ASU Online master's degree graduate finds new passion

April 29, 2020

Editor's note: This story is part of a series of profiles of notable spring 2020 graduates.

From British literature to African American gospel music, Bridget Buckley’s academic career has taken some unexpected but welcome turns. This May, the wife and mother of two will graduate with a master’s degree in English from ASU Online — and a newfound passion. portrait of ASU English master's student Bridget Buckley ASU English master's degree graduate Bridget Buckley. Download Full Image

Growing up in Lomita, California, Buckley always knew she wanted to become a teacher. Her favorite subjects in school were history and English, so when she enrolled as an undergraduate at the University of California, Irvine, she hedged her bets, majoring in the former and minoring in the latter. After graduating, she married her college sweetheart and taught high school English until 2003, when they started a family and she became a stay-at-home mom.

Always a music lover, Buckley began a blog in 2014, interviewing and writing about folk and independent bands. When she met a drummer in 2017 who also ran a nonprofit, she realized she wanted to do more to make a positive impact on the world and decided to start by going back to school.

As an undergraduate, Buckley had taken several British literature courses, inspired by her Irish-American heritage. She figured it was a good place to start for graduate school, but when she began researching programs at various universities, it was hard to find one that fit the bill while allowing her the freedom of an online education — something that was a necessity as a stay-at-home mother.

“I … didn’t think there would be programs out there that were subject-based, that would give me the same quality of education as students who were actually in the building,” Buckley said. “Then I found that reading through the material at ASU, there were those kinds of programs available there. I saw an Irish lit class, and I was like, ‘That’s impossible, those don’t exist.’’

After enrolling at ASU, Buckley signed up for an African American rhetoric course that sounded interesting. During the course, Professor Keith Miller presented the case of Alma Androzzo, a Phoenix-based gospel singer who, despite having penned a wealth of memorable songs — including “If I Can Help Somebody,” which Martin Luther King Jr. would later quote in his well-known sermon “The Drum Major Instinct” — remained obscure.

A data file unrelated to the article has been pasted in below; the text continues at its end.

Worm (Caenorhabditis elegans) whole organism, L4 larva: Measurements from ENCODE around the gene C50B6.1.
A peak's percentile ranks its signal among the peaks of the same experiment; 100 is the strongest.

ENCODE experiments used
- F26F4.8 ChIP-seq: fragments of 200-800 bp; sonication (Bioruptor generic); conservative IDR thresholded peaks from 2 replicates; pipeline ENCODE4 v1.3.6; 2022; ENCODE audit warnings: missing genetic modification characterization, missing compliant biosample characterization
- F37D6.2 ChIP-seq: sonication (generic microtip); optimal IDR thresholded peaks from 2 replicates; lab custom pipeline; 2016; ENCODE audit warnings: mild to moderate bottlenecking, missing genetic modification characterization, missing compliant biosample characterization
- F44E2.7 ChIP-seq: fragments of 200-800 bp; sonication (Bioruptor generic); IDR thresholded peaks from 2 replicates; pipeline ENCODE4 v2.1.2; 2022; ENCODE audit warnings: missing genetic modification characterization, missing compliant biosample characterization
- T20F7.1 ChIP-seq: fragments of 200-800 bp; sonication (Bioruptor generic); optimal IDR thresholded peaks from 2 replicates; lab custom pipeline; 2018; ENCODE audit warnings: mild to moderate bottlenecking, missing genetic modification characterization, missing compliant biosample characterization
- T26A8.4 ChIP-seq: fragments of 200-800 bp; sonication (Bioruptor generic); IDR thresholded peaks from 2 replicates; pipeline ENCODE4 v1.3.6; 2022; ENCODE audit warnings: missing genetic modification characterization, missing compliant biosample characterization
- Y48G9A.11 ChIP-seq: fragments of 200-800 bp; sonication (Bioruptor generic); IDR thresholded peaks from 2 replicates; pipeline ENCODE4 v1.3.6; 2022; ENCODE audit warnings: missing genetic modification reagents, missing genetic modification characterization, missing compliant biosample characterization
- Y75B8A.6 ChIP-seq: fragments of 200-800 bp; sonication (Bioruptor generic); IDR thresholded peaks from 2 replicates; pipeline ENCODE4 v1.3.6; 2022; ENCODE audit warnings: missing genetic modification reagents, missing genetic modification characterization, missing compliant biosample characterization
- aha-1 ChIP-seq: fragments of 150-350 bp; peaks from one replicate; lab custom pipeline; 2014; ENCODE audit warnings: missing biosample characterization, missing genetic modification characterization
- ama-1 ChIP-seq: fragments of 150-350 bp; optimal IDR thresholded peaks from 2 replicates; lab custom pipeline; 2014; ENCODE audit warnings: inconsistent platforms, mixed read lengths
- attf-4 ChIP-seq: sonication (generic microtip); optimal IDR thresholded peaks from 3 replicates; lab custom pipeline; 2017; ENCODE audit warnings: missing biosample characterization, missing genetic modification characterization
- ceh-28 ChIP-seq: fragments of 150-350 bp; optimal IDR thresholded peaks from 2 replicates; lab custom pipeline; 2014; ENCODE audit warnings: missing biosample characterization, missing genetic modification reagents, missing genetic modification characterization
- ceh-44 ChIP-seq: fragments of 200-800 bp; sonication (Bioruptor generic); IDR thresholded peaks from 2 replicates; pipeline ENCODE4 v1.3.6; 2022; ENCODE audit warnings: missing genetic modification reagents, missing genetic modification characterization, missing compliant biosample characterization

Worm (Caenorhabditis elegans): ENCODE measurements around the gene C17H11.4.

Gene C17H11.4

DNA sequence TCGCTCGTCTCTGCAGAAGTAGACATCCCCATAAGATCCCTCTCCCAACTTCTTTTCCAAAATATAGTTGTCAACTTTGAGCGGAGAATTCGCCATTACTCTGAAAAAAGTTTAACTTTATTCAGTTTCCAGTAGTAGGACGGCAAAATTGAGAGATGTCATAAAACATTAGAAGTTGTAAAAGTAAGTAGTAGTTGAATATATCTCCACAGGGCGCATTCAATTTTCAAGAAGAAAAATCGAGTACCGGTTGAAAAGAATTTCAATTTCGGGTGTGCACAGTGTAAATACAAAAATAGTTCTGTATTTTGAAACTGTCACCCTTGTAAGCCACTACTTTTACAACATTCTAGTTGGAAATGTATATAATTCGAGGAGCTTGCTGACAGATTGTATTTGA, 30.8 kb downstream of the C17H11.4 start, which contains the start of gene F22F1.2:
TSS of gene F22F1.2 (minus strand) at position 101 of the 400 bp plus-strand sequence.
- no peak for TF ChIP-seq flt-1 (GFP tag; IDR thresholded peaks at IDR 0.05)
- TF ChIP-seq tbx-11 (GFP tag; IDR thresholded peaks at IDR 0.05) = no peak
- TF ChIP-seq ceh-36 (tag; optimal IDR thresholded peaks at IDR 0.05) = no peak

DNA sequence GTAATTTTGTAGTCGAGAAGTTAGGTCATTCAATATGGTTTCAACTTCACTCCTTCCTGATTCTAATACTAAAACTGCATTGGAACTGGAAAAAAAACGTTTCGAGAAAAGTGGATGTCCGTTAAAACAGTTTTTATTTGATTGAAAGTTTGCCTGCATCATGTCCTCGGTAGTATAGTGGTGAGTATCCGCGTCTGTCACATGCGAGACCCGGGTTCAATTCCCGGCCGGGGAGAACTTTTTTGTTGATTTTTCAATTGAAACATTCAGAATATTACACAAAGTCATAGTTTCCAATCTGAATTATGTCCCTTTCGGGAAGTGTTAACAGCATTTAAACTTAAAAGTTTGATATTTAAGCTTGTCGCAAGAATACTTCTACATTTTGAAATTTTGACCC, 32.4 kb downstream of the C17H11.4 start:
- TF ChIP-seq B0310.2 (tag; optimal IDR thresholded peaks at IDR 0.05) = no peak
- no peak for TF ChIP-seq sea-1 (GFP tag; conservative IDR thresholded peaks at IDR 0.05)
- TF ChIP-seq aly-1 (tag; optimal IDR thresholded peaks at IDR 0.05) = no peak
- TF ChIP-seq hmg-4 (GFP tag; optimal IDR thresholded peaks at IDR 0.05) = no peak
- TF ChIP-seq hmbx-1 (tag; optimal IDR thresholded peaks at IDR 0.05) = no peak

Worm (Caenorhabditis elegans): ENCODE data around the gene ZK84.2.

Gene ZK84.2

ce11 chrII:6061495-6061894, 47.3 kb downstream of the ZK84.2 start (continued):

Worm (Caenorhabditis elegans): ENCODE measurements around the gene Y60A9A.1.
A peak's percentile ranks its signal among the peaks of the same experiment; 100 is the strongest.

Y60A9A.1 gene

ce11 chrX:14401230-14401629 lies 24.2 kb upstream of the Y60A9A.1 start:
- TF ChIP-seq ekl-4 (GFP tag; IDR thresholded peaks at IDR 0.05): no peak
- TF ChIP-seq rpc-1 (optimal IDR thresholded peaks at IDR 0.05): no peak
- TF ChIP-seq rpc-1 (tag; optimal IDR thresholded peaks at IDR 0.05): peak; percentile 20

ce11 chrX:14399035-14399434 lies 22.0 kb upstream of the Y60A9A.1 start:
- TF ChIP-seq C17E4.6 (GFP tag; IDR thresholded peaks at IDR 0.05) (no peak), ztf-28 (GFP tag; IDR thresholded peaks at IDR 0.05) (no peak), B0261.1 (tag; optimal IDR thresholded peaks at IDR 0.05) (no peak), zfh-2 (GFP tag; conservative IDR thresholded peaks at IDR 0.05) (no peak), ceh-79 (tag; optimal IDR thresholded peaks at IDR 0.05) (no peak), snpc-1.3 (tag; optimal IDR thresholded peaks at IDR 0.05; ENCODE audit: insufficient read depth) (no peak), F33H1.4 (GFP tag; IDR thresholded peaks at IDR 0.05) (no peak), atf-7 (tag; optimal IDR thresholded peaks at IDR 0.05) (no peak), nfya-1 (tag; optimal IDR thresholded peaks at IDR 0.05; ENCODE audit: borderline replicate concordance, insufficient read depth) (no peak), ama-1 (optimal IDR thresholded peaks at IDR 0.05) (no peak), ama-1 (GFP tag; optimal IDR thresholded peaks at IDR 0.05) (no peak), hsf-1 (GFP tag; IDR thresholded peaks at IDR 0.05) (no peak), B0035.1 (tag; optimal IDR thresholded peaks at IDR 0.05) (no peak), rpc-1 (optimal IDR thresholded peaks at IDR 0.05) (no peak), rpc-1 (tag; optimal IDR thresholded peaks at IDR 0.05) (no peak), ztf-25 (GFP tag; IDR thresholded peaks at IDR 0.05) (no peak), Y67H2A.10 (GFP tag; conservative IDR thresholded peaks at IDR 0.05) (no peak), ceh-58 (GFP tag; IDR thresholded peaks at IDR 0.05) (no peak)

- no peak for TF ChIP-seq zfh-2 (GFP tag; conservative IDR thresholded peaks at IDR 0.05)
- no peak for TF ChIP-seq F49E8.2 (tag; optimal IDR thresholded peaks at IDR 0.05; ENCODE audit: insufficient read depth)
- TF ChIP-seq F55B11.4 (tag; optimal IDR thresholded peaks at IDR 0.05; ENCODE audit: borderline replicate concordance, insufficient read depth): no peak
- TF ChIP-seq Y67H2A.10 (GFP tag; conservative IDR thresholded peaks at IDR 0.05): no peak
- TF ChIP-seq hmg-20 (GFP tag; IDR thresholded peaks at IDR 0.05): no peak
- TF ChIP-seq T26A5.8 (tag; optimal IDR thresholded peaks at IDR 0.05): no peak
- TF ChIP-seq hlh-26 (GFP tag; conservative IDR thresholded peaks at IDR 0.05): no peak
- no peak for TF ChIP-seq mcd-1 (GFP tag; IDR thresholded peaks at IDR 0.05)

“That sent me thinking, ‘Well, why is she obscure? Has anybody thought of looking for her?’” Buckley said. “So I automatically went straight to and started building her family tree. And that sent me down a path I didn’t expect.”

Buckley had plenty of experience with genealogical research, a hobby that was again inspired by her interest in her Irish ancestry. So through the different subscriptions and archives she already had access to, she began to build out Androzzo’s family tree. Pretty soon, Buckley was in contact with Androzzo’s daughter, then her brother, and was able to start piecing together her life story.

In January, AZCentral published an op-ed by Buckley titled “How a Phoenix woman's gospel song became Martin Luther King Jr.'s famous words.” That was followed shortly after by an AZ Horizon piece in which Miller discussed his and Buckley’s research on Androzzo.

“Alma was a working mother trying to artistically contribute to her community while raising children and she’s only known for this one song even though she wrote hundreds,” Buckley said. “Gospel scholarship is still relatively new, and it tends to focus on the more famous people. They’re famous for reason, but a lot of times in history, it’s the average, middle-class people who are forgotten, and I think Alma fits into that role. I’m just doing my best to try to give her the credit she deserves.”

Eventually, Buckley hopes to take the lessons she has learned — both academic and life — and impart them on a younger generation as an instructor at a four-year university. More presently, she and her family plan to celebrate her achievement during ASU’s virtual graduate commencement ceremony on Monday, May 11.